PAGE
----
[FOUNTAIN]Rubles reign after the fall of the USSRThe currency of the Soviet Union was the ruble, which was derived from Russian verb “rubit,” to cut. In ancient times, silver was used as currency in the Russia, and merchants would wear silver coils on their waist and cut the necessary amount to make payments. “Ruble” first referred to the cut silver and came to refer to the Russian currency.
But as an official currency, the ruble had a short heyday. In the communist economy, the unofficial currency was the dollar, which dominated the underground market. The dollar-based, black market-driven economy would prevail when public authority was undermined, and the underground economy would shrink when law enforcement was tight. During the Cold War era, international analysts would study black-market dollar transactions. When crackdowns came, analysts assumed the secret police had the upper hand. When the black market flourished, authority was weak.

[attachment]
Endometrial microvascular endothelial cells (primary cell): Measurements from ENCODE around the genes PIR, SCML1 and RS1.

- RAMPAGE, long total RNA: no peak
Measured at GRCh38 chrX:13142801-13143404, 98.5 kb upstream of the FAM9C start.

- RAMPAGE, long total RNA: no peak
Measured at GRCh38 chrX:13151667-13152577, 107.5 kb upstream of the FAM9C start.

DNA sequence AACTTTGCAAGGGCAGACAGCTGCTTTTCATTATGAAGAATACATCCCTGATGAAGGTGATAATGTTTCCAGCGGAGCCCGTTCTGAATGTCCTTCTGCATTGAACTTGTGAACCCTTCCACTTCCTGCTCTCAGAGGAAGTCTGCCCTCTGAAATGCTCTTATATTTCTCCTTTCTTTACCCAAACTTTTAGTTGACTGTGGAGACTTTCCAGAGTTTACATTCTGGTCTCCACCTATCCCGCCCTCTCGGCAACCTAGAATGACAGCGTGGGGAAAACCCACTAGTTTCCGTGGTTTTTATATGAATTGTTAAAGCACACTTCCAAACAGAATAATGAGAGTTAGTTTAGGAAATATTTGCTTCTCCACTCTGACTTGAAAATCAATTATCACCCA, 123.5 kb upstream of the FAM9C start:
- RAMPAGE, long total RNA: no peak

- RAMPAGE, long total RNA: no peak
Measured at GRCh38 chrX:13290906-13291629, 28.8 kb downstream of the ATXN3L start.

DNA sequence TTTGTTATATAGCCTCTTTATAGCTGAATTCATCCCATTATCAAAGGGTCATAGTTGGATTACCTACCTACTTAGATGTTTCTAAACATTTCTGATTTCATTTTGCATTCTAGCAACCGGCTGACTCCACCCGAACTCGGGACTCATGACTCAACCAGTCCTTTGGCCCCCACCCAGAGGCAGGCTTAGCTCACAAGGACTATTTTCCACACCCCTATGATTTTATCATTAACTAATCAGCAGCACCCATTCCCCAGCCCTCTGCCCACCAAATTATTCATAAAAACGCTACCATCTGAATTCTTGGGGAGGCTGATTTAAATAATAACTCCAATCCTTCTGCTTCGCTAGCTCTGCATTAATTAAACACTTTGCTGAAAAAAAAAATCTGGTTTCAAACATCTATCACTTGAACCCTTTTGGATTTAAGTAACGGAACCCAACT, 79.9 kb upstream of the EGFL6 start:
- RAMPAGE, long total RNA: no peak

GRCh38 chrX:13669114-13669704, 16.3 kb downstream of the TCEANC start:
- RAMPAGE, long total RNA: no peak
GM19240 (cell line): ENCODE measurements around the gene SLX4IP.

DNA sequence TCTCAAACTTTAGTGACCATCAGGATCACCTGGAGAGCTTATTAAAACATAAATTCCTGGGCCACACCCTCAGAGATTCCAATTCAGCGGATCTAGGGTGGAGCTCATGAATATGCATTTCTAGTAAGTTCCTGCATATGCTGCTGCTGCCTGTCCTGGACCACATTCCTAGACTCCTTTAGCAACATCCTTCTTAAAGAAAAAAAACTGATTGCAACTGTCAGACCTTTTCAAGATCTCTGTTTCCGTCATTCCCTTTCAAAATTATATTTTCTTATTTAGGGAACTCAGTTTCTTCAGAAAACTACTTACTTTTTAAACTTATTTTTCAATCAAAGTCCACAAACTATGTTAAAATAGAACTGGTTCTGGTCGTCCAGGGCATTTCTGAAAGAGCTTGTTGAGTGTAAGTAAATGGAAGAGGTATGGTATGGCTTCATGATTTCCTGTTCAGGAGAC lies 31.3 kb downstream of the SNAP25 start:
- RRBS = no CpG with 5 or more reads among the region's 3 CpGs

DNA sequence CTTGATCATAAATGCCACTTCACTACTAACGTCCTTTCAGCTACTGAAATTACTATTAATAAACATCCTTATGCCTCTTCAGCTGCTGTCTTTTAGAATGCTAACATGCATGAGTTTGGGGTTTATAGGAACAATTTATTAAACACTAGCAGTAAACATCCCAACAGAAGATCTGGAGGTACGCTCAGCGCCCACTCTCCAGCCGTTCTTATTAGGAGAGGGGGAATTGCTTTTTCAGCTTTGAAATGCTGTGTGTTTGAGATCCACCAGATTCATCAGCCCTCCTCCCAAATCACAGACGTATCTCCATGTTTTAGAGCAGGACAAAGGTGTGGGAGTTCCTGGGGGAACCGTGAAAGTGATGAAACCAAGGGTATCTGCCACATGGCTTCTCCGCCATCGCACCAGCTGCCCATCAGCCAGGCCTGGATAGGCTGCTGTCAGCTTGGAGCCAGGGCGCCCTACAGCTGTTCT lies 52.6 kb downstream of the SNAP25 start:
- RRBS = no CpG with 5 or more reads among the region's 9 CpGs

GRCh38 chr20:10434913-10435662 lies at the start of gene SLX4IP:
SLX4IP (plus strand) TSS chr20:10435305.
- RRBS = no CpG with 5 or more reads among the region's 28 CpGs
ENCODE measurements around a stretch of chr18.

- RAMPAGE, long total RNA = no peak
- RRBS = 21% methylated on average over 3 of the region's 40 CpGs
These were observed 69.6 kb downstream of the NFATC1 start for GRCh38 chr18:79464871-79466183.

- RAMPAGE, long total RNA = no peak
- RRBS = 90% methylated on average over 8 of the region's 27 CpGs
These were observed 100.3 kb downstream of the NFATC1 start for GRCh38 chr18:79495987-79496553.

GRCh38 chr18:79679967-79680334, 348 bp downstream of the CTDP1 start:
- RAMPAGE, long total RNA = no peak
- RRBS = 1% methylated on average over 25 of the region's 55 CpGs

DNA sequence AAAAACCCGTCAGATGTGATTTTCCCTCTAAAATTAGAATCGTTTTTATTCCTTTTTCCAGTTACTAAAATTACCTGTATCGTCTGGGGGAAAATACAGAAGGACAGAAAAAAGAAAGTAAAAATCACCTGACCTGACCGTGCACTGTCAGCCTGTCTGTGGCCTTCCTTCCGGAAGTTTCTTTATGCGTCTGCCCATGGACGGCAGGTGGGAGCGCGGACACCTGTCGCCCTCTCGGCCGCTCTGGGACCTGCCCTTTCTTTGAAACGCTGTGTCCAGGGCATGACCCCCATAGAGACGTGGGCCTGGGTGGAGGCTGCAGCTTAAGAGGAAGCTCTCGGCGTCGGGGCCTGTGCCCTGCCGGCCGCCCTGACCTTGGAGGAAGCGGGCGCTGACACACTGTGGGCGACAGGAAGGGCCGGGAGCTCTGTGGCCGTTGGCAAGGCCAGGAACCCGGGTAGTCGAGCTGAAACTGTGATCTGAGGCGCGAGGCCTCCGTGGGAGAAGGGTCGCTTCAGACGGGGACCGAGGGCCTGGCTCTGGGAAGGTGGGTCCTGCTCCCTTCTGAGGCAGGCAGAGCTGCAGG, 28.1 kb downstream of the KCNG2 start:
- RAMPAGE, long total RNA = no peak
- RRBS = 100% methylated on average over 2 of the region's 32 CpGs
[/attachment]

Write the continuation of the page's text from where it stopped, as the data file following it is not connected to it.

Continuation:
The dynamics of the ruble and dollar became more obvious and extreme as the Kremlin introduced perestroika, an economic, political, and social restructuring program, in the mid-1980s. Thanks to Mikhail Gorbachev’s policy to encourage joint ventures with foreign companies, Pizza Hut opened in Moscow. The American pizza chain installed separate windows for dollar and ruble payments. The dollar price was over ten times the ruble price, and naturally, Russians would line up at the ruble-only window. So those who could afford to pay the dollar price did not have to wait in line at all. The Soviet press and intellectuals felt insulted by Pizza Hut’s policy, and criticized the government for allowing the price discrimination. But the power of the dollar and other foreign currencies spread to other sectors of the economy. Dollars symbolized privilege and first class products, and rubles meant second-class.
But the authority of the mighty dollar did not last long. The tendency was accelerated since President Vladimir Putin came into power in Russia. Especially as the economy became more stabile, the ruble regained a competitive edge. Recently, anti-American sentiment grew, and relations with Europe gained, so the government and the private sector increasingly used the euro as a benchmark. Those changing dynamics are a barometer of the politics and economy of Russia.
by Kim Seok-hwan
The writer is an editorial writer of the JoongAng Ilbo.